The old government in Yemen that was pro-U.S. and pro-Saudi was corrupt and ineffective. The Houthi rebels who have been fighting in Yemen for a long time took over the capital of Sana’a, and basically much of Aden, the second-largest city. And the Saudis can’t win a war by air power alone and they’re going to learn the same lesson that the U.S. did, which is it’s easy to get in and proclaim victory through air bombardment. It’s quite something else again to get out and have a pro-Saudi government left in Yemen. And I think we’re going to see this war go on for some time.
PERIES: Reese, how do we know that the Iranians are actually assisting the Houthis here?
ERLICH: We don’t. What we have is the U.S. says that–and honestly I think inaccurately–that the Houthis are not proxies or they’re not tools of Iran. They are an indigenous rebel movement. They have their own problems, they’re allied with the old dictatorship, for example. The old dictator Saleh. So it’s not like they’re great guys. But they’re–characterize them as tools of Iran is simply wrong. And the Saudis, like every aggressive power, want to have a reason to get people very mad and to justify their activities. So aha, this is an example of Iranian expansion. Well, they’re using it as an excuse to expand Saudi rule.
But you know, you can’t govern through air power. Somebody on the ground has to support the Saudi position, and so far those who do are on the losing side.
PERIES: And getting back to Syria here. What’s going to be unfolding in the next little while that you think we should be paying attention to?
ERLICH: There’s a real crisis in Yarmouk, which is the part of Damascus often referred to as the Palestinian refugee camp, although it’s simply a poor neighborhood in Damascus that I’ve visited many times. Just in the last week or so the Islamic State has taken over that area of Yarmouk, and causing a great deal of problems both for the government of Assad and for the other rebels who had been fighting there.
It was an area of roughly 200,000 people, it’s down to 18,000 now. The Assad government has laid siege to it, so it’s very difficult to get in and out, to get food or supplies in and out. And so it’s a real humanitarian crisis. The civilians of Yarmouk are caught between the Islamic State on the one side and Assad and his allies on the other. And if this plays out, if the Islamic State is able to consolidate its power in that area, that’s very, bodes very badly for the Assad government because it is basically part of Damascus. It’s the closest they’ve come to the center of the city. So with, I would watch and am watching very carefully to see what happens in Yarmouk.
PERIES: And the UN, Reese, says that Syria has generated the largest number of refugees and displaced people in the world at this point. What is happening to folks caught in between this war?
ERLICH: Yeah, before the war started, Syria was roughly 24 million people. Some 6 million people at least are now either forced to flee the country or have been displaced within the country. It’s a massive humanitarian crisis. Neighboring countries are doing what they can. Turkey, Jordan, Lebanon are trying to absorb these millions of refugees. But it’s a real humanitarian tragedy what’s going on.
The irony is the U.S. has plenty of money for bombing Syria and in Iraq, but is coming up short when it comes to U.N. agencies asking for the U.S. to make its commitments for humanitarian aid. UNESCO, UNRWA, various UN agencies are short of cash because of the crisis. So the U.S. is rather hypocritical in continuing to bomb–somehow managing to come up with the money for bombing but not to make its commitments to the UN agencies.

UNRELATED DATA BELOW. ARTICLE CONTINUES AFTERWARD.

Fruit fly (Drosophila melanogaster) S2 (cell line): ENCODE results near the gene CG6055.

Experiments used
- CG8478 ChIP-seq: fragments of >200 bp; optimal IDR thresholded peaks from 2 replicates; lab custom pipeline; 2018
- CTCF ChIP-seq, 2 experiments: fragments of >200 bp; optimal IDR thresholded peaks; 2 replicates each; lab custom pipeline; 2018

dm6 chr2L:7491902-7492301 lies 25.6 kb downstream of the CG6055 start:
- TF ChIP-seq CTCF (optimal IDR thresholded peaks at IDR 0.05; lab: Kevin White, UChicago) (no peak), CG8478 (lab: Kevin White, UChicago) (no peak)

The UN has sent special envoys to Damascus in an effort to lift the siege in Yarmouk and to allow food and emergency medical supplies into the area. It’s very tricky to say the least, because the Assad government doesn’t, is using the siege of the town as a way to starve out the rebels. And therefore either doesn’t allow supplies in, or allows it on a very limited basis. But the UN is trying to do what it can. And when permission is given, they’ve been able at times to bring in some truckloads of supplies. But still, not anywhere near enough.
PERIES: And about the recent findings of use of chemical materials. How do we know that and to what degree do we know it’s taking place?
ERLICH: Human Rights Watch among others has said that the Assad government recently has been using chemical weapons, specifically chlorine gas, that they mix into the barrel bombs that are these 50-gallon oil drums that are packed with shrapnel and explosives. You can go online and see the information that they provide on that. There’s also been credible reports that the ISIS has been using chlorine gas on a limited scale.
The problem is, the use of chemical weapons is of course prohibited under international law. It’s also not a very effective weapon, because it can under certain circumstances, can blow back on your own troops. So it’s mainly used against civilian targets, which makes it even worse.
PERIES: And what are the consequences of this chemical gas?
ERLICH: Well, depending on how close you are when it explodes you can die from it, or you can be, your lungs can be permanently injured. You remember veterans from World War I for decades after the war suffered from exposure to chlorine gas that was used widely by both sides in that war. So depending on how close you are, it can be very dangerous.
PERIES: Reese, thank you so much for joining us.
ERLICH: Thank you.
PERIES: And thank you for joining us on The Real News Network.